For years I have looked forward to our times of praise and worship during our Sunday services. But have lately begun to wonder. What is it we really do? Certainly, whether accompanied by organ, piano, or various instruments, we have enjoyed a time of praise, but how does that differ from worship? I finally ended my reflection on two questions, "What is the difference between praise and worship?" and "What is Worship?" Now I just needed answers.
In John's gospel, Jesus tells us that the Father seeks people who will worship him in spirit and in truth.
But an hour is coming, and now is, when the true worshipers will worship the Father in spirit and truth; for such people the Father seeks to be His worshipers. God is spirit, and those who worship Him must worship in spirit and truth. John 4:23-24
Worship seems by this to be one of the most important services we can give to God and only to God, as we read so often in the Bible. Before we define worship, let's understand ‘praise.'
What is praise? This is the one term we are familiar with. It involves vocalizing and extolling the merits of a person, or God, in word and/or in song. We can and should praise those around us when an occasion warrants, since doing so a commendable act, but this is not so of worship. Worship belongs to God alone.
You shall not worship [anything idolized] or serve them; for I, the LORD your God, am a jealous God (Exodus 20:5 addition mine, based on the previous verse)
Our praises will become lavish toward God when we become aware of all he has done for us. Among the best known of the Psalms encourages us to praise God creatively and to the full.
Praise the LORD! Praise God in His sanctuary;
Praise Him in His mighty expanse.
Praise Him for His mighty deeds;
Praise Him according to His excellent greatness.
Praise Him with trumpet sound;
Praise Him with harp and lyre.
Praise Him with timbrel and dancing;
Praise Him with stringed instruments and pipe.
Praise Him with loud cymbals;
Praise Him with resounding cymbals.
Let everything that has breath praise the LORD.
Praise the LORD! (Psalm 150)
This is praise, vocal, loud or soft, with instruments or without. Praise is meant to be heard to be expressed to the one for whom it is intended.
We do well at singing God's praises during our times of corporate and personal praise. Except for those times alone in the car or in the shower, we mostly singing his praises when we assemble as a body, in unison, in corporate praise.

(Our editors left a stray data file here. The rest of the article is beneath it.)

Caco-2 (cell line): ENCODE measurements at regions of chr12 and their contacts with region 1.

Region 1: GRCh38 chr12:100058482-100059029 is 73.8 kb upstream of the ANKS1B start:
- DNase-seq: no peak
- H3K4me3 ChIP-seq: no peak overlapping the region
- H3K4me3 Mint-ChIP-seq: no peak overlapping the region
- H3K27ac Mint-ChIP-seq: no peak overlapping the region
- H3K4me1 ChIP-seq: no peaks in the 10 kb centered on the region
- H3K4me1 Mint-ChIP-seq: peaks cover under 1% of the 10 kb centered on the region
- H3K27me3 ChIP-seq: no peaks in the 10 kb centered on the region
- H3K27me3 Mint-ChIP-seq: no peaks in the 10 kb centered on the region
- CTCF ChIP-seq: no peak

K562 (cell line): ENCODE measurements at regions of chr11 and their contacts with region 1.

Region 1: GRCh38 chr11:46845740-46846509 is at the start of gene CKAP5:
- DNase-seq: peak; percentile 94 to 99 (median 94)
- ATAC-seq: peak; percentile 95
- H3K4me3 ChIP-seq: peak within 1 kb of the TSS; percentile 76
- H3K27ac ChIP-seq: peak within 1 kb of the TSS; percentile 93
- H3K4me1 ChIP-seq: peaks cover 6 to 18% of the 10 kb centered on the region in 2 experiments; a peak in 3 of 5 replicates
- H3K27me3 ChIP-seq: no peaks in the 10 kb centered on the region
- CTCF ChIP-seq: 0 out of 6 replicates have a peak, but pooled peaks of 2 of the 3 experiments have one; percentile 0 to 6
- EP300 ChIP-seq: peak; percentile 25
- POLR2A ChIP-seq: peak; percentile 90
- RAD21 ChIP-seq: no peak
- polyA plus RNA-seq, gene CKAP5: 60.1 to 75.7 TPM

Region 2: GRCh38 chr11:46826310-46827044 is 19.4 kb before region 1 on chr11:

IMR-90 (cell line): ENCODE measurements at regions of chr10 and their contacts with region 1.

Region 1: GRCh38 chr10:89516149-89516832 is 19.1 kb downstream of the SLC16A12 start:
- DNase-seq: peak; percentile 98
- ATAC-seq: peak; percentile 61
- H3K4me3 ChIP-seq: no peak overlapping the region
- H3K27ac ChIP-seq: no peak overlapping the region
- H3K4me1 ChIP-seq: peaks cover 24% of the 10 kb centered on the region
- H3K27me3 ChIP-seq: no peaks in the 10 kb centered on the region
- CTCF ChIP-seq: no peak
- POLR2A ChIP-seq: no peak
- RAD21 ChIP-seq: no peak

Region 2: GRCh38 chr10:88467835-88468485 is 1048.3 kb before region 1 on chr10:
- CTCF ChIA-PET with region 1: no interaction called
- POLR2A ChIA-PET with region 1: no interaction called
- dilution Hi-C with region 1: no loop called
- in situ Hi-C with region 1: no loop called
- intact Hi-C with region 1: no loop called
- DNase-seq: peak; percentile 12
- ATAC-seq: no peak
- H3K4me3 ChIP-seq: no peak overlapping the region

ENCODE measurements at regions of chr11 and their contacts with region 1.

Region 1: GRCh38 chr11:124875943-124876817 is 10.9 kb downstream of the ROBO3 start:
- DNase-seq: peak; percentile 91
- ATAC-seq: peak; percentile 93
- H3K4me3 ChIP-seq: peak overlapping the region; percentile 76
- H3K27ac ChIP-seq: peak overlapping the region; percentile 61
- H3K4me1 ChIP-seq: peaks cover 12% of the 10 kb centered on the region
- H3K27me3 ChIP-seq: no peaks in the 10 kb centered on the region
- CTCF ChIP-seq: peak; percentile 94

When we as a body of believers gather and in unison, randomly, in a responsive manner sing or speak his praises, God inhabits or is enthroned upon that praise (read "Guidelines for Leaders of Corporate Praise").
Yet You are holy, O You who are enthroned upon the praises of Israel. (Psalm 22:3)
We have been called out to assemble as a body and our time of praise as such is important, significant, and can lead to worship, but praise is not worship!
In the layout of Moses’ tabernacle, we find the tribe of Judah camped at the entrance to the tabernacle. Judah means praise, the tabernacle, with its holy place and holy of holies, represents worship.
How then does praise differ from worship?
It is written, 'YOU SHALL WORSHIP THE LORD YOUR GOD AND SERVE HIM ONLY.' Luke 4:8
"for you shall not worship any other god, for the LORD, whose name is Jealous, is a jealous God." Exodus 34:14
Only the one true God is to be worshipped and he is jealous, covetous, of that worship. This is not true of praise. Worship is reserved for and belongs to no one but God.
What is worship? In the Old Testament, the predominant Hebrew word shachah for worship means to bow down, to prostrate oneself, while in the New Testament the word proskuneo means to do reverence to, to kiss, like a dog licking his master's hand. That the people of the Bible understood worship to involve bowing down to some degree is overwhelmingly supported by scripture in both the Testaments. I have listed only a few here: